Heart stents are a potentially lifesaving treatment in preventing heart damage during and after a heart attack. The procedure opens arteries that are causing the heart attack and can relieve other blockages that may be causing chest discomfort called “angina.”
But before getting stents in your heart, you’ll want to consider both the risks of heart stent treatment and how it benefits your cardiac health.
Life changes quickly with a diagnosis of heart disease. Whether the doctor says your coronary artery is filled with plaque or your heart muscle isn’t pumping as well as it should, your survival will require treatment. And it’s more than just taking a pill—living with heart disease requires lifestyle changes not just today, but for a lifetime.
While you can’t change your genetics, age or family history of heart disease, there are a number of easy-to-incorporate lifestyle changes that can keep you healthy for years to come.
A dense breast tissue diagnosis is an opportunity to review your breast cancer risk factors with your doctor and decide together whether additional screening tests are right for you.
Here’s what to know about recognizing and treating heart valve disease, and what to expect if you’ve just been diagnosed.
Did you know that nearly half of all adults in the US have high blood pressure? As a practicing interventional cardiologist, I see patients with high blood pressure, or hypertension, every day and can verify this statistic. The good news I give to those who do have high blood pressure is this—they have the ability to improve their blood pressure with certain lifestyle choices. And so do you. Here’s how.
You may benefit from participating in a high-risk breast screening program. Specifically for people who face a higher risk for breast cancer, this program offers advanced screening, surveillance, diagnostic and preventive methods to help you take charge of your health.
Let’s talk about who qualifies as “high risk” and what steps to take if you do.
Heart disease is the #1 cause of death in both men and women in the United States. According to the Centers for Disease Control and Prevention, every 36 seconds, an American dies from cardiovascular disease. But there’s good news—lifestyle modifications, like diet and exercise, can make a world of a difference in reducing your risk for heart disease and improving your overall health.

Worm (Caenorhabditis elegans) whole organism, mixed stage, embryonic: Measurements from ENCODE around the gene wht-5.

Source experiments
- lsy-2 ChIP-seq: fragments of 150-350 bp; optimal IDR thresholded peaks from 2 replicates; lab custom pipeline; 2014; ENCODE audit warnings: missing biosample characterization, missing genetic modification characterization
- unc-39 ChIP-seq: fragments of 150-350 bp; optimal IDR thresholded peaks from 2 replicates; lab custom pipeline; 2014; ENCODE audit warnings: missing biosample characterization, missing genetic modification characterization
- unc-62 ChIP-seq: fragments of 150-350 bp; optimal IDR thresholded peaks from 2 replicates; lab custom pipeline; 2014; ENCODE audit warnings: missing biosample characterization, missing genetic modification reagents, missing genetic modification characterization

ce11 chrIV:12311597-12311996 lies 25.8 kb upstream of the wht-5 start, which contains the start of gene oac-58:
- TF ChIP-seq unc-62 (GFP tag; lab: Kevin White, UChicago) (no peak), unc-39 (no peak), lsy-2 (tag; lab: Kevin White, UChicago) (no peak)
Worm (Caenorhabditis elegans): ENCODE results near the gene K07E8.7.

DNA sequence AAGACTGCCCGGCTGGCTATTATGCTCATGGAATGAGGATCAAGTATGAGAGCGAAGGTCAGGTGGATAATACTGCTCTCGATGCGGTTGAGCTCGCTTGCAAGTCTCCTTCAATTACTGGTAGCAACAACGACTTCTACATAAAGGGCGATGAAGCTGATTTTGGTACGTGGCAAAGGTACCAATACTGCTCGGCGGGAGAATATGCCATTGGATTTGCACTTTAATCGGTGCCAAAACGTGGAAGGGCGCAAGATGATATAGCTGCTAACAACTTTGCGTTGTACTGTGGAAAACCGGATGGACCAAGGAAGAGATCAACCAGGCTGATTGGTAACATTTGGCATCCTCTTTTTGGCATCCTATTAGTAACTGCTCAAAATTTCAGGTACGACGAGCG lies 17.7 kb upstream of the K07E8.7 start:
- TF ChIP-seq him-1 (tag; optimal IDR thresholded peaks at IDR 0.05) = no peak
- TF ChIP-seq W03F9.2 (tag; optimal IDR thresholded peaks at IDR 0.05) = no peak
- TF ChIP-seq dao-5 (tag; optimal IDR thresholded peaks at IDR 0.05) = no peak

Based on the results of the assessment and tests, your doctor may order further tests. Let’s talk about four of the most common diagnostic tests for heart disease.
Scoliosis, a condition that causes the spine to curve, is often thought of as something that only happens in children. But the diagnosis isn’t just for kids: scoliosis can also happen in adults, who may live with it for years without developing symptoms. Others keep it at bay with regular exercise and healthy living. For some, the condition can generate severe pain and disability, eventually requiring surgery, but for most, scoliosis is treatable without surgery.
Here are a few things to know if you’ve been diagnosed with or think you might have adult scoliosis.
Recognizable by its sideways curvature, scoliosis arcs and twists the spine’s vertical column into an “s” or “c” shape. Mild cases of scoliosis may be hardly noticeable, while the most severe cases may require corrective surgery.
The good news: even without surgery, there are many home-based treatment options to help you thrive with scoliosis.
Scoliosis, the medical term for curvature of the spine, affects millions of Americans, an estimated 2 to 3% of the population. For the most severe cases—curves that exceed 45 degrees—surgical intervention may be necessary.
But for the majority of people diagnosed with scoliosis, your doctor will advise non-invasive treatments, each clinically proven to forestall the need for surgery. Here are a few.